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As the restaurant industry collapses, private equity stands to benefit

With valuations reset, investment firms not busy rescuing their existing companies could snap up restaurants at bargain prices, says RB’s The Bottom Line.
closed restaurant
Photograph by Jonathan Maze

the bottom line

Valuations for restaurant companies, and many other companies for that matter, have taken an absolute beating in recent weeks. That includes both publicly traded companies whose stock prices have fallen and privately held companies that are no longer as viable as they once were.

For private-equity firms, this might be an opportunity—even as their own holdings have struggled and many are spending investment cash to keep them afloat.

This dichotomy was illustrated in a Bloomberg article Tuesday. Apollo Global Management, a big private-equity firm that has routinely invested in the restaurant business, held a meeting with investors described as “upbeat,” even as it acknowledged the value of its holdings had declined.

In short, according to Bloomberg, the fund is tracking more than 250 distressed assets it views as potential investment opportunities. The firm has a substantial amount of cash, or “dry powder,” that it could use to pursue deals.

Private equity’s role in the restaurant business will be notable in the coming months and years as the industry struggles and its valuations are reset after years of considerable growth.

On one hand, many private-equity firms will be busy working to shore up their existing investments.

On the other, valuations have come down to the point that many investment firms could see real opportunity to pick up companies at depressed valuations. That could reshape ownership in the restaurant industry.

Private equity is all over the restaurant business. Investment firms own a lot of brands, especially midsized concepts. And as many as 40% or more of the largest restaurant franchisees have private-equity ownership.

Both of these groups are especially vulnerable in the current market.

Full-service chains face something of a reckoning as many of them furlough workers and close their seating areas. They are getting about 15% to 20% of their normal sales and aren’t typically built for the takeout and delivery services that are the only things going.

The same is true for franchisees. In a sign of just how severe the current crisis is, franchisors quickly stepped in to provide royalty relief, and now KFC owner Yum Brands is giving operators breaks on remodels and new unit development.

As these companies struggle to survive, their sponsors may be called on to use their cash to keep them from going under altogether. (Not all of them are doing so, as today’s report on Cracker Barrel pulling its support for Punch Bowl Social indicates. While that’s a strategic sponsor, many private-equity firms will undoubtedly make similar moves with their companies.)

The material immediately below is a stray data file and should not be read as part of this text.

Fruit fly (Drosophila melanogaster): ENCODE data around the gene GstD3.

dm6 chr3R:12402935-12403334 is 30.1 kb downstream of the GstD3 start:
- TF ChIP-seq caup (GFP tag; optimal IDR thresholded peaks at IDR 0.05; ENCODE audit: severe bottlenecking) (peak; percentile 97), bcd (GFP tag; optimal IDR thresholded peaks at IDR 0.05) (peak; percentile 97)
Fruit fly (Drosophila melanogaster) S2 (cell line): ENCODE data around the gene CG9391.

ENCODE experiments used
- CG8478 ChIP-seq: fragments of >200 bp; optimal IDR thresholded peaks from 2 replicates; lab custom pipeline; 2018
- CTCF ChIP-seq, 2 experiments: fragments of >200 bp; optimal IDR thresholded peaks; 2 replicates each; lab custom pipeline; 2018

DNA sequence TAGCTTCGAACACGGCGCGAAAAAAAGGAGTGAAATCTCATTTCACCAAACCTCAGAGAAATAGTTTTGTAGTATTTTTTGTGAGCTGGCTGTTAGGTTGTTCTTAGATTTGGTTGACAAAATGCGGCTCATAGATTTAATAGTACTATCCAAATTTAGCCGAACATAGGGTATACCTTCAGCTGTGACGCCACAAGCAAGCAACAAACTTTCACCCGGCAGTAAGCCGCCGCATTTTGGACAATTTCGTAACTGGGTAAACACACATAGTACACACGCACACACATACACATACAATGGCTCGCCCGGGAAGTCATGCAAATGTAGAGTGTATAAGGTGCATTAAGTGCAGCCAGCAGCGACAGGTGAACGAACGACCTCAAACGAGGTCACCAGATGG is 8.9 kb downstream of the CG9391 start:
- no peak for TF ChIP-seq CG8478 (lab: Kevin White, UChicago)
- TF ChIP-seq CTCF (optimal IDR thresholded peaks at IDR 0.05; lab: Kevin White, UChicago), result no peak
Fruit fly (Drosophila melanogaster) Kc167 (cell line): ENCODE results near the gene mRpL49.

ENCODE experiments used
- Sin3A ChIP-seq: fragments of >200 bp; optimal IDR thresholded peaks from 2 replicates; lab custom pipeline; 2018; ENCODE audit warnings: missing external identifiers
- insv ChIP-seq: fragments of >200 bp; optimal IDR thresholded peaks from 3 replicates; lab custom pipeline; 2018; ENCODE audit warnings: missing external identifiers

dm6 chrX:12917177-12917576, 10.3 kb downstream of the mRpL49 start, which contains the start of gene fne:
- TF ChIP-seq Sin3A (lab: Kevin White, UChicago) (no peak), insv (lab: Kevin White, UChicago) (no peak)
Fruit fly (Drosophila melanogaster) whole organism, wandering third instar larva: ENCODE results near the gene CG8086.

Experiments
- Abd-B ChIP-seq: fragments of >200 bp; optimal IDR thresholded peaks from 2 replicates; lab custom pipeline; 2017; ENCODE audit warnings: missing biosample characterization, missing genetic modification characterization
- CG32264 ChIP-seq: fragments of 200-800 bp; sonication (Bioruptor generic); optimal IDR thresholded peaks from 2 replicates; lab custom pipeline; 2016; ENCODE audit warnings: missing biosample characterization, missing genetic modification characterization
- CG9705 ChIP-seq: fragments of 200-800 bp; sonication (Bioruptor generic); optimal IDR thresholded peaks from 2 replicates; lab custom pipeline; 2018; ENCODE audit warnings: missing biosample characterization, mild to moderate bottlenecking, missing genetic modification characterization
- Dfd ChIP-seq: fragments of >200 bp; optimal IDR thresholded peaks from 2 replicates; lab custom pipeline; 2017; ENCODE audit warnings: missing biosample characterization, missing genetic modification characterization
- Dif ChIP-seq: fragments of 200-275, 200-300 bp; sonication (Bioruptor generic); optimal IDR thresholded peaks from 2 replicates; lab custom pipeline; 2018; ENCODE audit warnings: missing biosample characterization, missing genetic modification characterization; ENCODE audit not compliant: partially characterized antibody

“Since most sponsors have limited resources to share with their owned companies … they will need to decide where to best allocate time and resources,” according to a report on private equity and the coronavirus by consulting firm McKinsey.

At the same time, however, valuations have plunged for the industry.

As the industry grew in recent years, private-equity firms were priced out of a lot of deals. Companies such as Outback Steakhouse owner Bloomin’ Brands and Jack in the Box found a merger and acquisition market that was unwilling to pay the valuations they sought.

Investment firms have limits on what they spend for many chains. While investors were apparently willing to pay obscene multiples for chains such as Sweetgreen and Cooper’s Hawk, in most cases they have limits. That’s because private-equity firms want to make a return on their investment when they exit in a few years.

And many companies were effectively priced out of that range.

Almost overnight, that dynamic has changed. Wall Street largely reset industry valuations. With multiples at a much lower level, firms such as Apollo can theoretically step in and buy up companies at a bargain price.

What’s more, much of the competition will be gone. Because so many other investment firms and strategic buyers will be occupied shoring up their investments, the private-equity firms that have cash to spend will be able to pay remarkably low prices to get the deals they want.

To be sure, lending in the restaurant space could well be thin as lenders pull back, and that could limit the possibility of buyouts. But even that could put those cash rich financiers in the driver’s seat.

“The current financial-market displacement and equity valuations have undoubtedly created potential investments for sponsors with dry powder,” McKinsey wrote, noting that “many sponsors are preparing for a broader range of investments.”

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